Dynamic Simulation & Control of a Supercritical CO2 Power Conversion System for Small Light Water Reactor Applications

by Shih-Ping Kao, Jonathan Gibbs & Pavel Hejzlar
Massachusetts Institute of Technology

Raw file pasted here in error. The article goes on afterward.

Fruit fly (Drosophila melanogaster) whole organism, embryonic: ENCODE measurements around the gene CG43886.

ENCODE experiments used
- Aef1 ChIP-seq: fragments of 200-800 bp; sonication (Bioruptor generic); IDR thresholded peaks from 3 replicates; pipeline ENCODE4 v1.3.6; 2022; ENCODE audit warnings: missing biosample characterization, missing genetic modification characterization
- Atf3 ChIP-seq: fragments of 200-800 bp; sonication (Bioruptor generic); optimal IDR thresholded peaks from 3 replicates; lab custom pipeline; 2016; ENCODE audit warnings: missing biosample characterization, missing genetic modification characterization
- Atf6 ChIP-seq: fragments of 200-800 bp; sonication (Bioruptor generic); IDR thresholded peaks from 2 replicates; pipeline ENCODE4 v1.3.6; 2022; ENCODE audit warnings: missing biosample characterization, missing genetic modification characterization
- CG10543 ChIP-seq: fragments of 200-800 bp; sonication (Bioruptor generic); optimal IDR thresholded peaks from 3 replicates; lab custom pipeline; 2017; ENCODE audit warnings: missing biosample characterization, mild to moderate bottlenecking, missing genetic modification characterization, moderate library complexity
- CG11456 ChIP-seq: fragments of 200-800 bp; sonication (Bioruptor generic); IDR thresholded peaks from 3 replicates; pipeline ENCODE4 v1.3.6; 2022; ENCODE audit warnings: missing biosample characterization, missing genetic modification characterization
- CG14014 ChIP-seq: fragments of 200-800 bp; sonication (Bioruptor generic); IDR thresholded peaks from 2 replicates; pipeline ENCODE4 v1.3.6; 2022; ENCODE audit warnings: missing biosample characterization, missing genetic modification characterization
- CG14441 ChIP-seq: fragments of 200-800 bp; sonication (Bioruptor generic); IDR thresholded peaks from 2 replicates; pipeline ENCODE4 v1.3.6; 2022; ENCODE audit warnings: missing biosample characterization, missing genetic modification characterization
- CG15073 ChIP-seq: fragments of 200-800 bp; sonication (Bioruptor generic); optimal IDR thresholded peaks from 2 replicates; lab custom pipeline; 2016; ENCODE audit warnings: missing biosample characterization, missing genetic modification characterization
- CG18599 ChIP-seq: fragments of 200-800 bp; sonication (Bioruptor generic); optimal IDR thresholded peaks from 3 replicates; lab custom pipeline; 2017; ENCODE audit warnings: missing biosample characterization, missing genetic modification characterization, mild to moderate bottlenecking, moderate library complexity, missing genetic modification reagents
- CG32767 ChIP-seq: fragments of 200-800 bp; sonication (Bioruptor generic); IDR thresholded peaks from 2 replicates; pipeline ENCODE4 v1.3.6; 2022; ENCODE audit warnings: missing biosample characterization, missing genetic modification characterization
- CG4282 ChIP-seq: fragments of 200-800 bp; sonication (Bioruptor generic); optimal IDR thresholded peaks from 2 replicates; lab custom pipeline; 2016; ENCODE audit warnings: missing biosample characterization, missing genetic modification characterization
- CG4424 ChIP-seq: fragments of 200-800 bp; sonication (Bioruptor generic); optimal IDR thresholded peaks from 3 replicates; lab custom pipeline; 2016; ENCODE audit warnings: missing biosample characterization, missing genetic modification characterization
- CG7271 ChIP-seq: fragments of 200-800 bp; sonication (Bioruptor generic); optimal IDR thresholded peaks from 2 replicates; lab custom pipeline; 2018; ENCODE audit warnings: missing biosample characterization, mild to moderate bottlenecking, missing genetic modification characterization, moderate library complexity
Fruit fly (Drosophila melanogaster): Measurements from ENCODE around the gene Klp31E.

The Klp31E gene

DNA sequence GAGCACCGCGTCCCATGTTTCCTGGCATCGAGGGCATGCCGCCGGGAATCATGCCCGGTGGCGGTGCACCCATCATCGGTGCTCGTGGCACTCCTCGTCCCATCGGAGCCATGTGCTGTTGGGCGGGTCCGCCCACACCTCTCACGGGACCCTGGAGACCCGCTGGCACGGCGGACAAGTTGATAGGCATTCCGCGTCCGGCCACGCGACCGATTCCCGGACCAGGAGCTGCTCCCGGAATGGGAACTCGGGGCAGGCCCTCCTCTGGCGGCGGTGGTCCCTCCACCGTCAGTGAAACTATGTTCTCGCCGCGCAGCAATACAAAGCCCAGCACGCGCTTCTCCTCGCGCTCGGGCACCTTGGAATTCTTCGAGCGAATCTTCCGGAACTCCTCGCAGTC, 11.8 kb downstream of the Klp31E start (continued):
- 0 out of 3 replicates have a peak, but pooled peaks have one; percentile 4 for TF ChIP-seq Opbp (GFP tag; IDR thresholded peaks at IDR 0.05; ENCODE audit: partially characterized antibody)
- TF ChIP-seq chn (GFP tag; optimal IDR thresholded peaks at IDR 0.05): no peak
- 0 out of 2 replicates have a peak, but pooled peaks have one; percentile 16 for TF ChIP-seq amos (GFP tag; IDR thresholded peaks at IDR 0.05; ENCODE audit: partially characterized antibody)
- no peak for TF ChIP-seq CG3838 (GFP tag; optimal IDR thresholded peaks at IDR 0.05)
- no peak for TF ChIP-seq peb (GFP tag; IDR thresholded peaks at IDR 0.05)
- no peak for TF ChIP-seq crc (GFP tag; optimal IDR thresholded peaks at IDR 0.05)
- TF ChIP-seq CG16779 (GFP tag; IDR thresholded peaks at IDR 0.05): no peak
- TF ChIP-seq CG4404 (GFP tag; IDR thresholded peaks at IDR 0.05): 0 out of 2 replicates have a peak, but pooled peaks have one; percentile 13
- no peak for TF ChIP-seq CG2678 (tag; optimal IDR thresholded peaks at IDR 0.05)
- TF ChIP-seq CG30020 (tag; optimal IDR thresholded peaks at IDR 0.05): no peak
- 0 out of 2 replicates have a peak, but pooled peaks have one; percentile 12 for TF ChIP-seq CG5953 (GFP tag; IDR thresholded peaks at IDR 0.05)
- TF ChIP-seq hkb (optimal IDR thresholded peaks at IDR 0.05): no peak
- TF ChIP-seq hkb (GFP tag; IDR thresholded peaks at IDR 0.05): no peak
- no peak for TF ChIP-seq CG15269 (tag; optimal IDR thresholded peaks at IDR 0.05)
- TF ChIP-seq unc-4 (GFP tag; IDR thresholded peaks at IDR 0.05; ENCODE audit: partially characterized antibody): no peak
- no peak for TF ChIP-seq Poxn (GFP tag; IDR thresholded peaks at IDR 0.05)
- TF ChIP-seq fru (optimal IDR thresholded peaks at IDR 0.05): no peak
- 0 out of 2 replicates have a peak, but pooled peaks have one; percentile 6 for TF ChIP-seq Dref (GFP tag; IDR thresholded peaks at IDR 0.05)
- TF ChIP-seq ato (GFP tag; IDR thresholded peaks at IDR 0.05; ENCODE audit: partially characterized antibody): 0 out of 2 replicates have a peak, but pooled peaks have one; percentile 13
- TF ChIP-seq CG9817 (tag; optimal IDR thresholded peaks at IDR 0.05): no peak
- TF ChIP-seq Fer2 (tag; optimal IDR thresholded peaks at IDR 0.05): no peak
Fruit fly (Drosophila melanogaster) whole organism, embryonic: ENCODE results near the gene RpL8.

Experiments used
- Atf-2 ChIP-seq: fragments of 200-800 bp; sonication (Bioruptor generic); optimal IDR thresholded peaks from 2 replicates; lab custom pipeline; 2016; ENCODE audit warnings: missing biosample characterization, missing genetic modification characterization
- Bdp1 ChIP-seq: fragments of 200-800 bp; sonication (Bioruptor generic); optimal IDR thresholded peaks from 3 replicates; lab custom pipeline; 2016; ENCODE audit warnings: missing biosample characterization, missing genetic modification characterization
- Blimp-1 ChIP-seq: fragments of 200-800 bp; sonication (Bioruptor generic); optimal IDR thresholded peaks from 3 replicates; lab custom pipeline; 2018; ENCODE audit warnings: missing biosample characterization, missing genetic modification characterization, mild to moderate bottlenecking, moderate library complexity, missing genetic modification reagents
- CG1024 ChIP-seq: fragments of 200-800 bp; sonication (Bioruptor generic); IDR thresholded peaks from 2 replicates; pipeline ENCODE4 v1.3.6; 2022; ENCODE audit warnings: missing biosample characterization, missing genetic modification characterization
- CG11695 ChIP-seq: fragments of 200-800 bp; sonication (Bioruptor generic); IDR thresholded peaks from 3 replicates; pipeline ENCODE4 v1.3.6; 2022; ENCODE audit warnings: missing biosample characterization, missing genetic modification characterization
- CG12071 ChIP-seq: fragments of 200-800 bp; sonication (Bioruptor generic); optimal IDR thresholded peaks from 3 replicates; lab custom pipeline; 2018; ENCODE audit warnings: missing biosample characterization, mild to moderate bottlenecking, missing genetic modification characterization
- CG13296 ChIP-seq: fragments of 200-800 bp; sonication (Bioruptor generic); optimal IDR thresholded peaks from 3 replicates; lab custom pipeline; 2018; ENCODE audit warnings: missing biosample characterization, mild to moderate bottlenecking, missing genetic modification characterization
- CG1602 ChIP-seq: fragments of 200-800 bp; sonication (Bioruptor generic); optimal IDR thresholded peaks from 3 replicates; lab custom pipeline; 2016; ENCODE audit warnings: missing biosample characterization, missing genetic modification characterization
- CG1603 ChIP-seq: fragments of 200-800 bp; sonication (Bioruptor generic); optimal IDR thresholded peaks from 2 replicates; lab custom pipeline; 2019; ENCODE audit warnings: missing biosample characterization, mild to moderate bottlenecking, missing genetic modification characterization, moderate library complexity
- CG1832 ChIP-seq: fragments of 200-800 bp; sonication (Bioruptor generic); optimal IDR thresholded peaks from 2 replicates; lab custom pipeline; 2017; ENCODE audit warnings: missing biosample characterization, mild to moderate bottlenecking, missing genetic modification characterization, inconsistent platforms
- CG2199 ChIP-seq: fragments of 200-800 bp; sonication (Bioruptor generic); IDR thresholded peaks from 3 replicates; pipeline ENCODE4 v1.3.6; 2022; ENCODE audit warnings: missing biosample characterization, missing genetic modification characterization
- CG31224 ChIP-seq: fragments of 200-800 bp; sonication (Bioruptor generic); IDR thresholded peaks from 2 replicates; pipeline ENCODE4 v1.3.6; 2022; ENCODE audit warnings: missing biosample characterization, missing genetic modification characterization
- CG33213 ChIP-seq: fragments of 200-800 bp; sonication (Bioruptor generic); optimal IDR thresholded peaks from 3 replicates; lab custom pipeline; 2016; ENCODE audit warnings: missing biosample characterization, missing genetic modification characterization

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Strategies to control a supercritical CO2 (S-CO2) power conversion system (PCS) have been investigated for light water reactor applications. Due to sharp changes in density and thermal properties near the pseudo-critical region, controlling the S-CO2 Brayton cycle presents unique challenges in nuclear power applications. A dynamic simulation code (SCPS), based on real-gas and momentum integral models, has been developed at MIT to evaluate control strategies for a small pressurized light water reactor equipped with a compact S-CO2 PCS. The NIST REFPROP subroutines and tables were integrated with the code to evaluate the CO2 properties at each timestep. The single-shaft, S-CO2 PCS consists of a radial compressor and turbine power train and three HEATRICTM Printed Circuit Heat Exchangers (PCHE) used as intermediate, recuperator, and pre-cooling heat exchangers. The primary system is that of a scaled-down commercial PWR. The simulation results show an oscillatory heat transfer behavior near the pseudo-critical region inside the precooler, similar to that observed in an experiment conducted by the Seoul National University. Consequently, the control programs were developed to maintain compressor inlet conditions away from and above the pseudo-critical region, thus avoiding heat transfer oscillations and compressor surge instabilities. An integrated control system, which couples the reactor power control with turbine throttle and bypass control, has been developed and shown to successfully control a small pressurized light water reactor coupled to a compact S-CO2 PCS for a wide range of operational transients.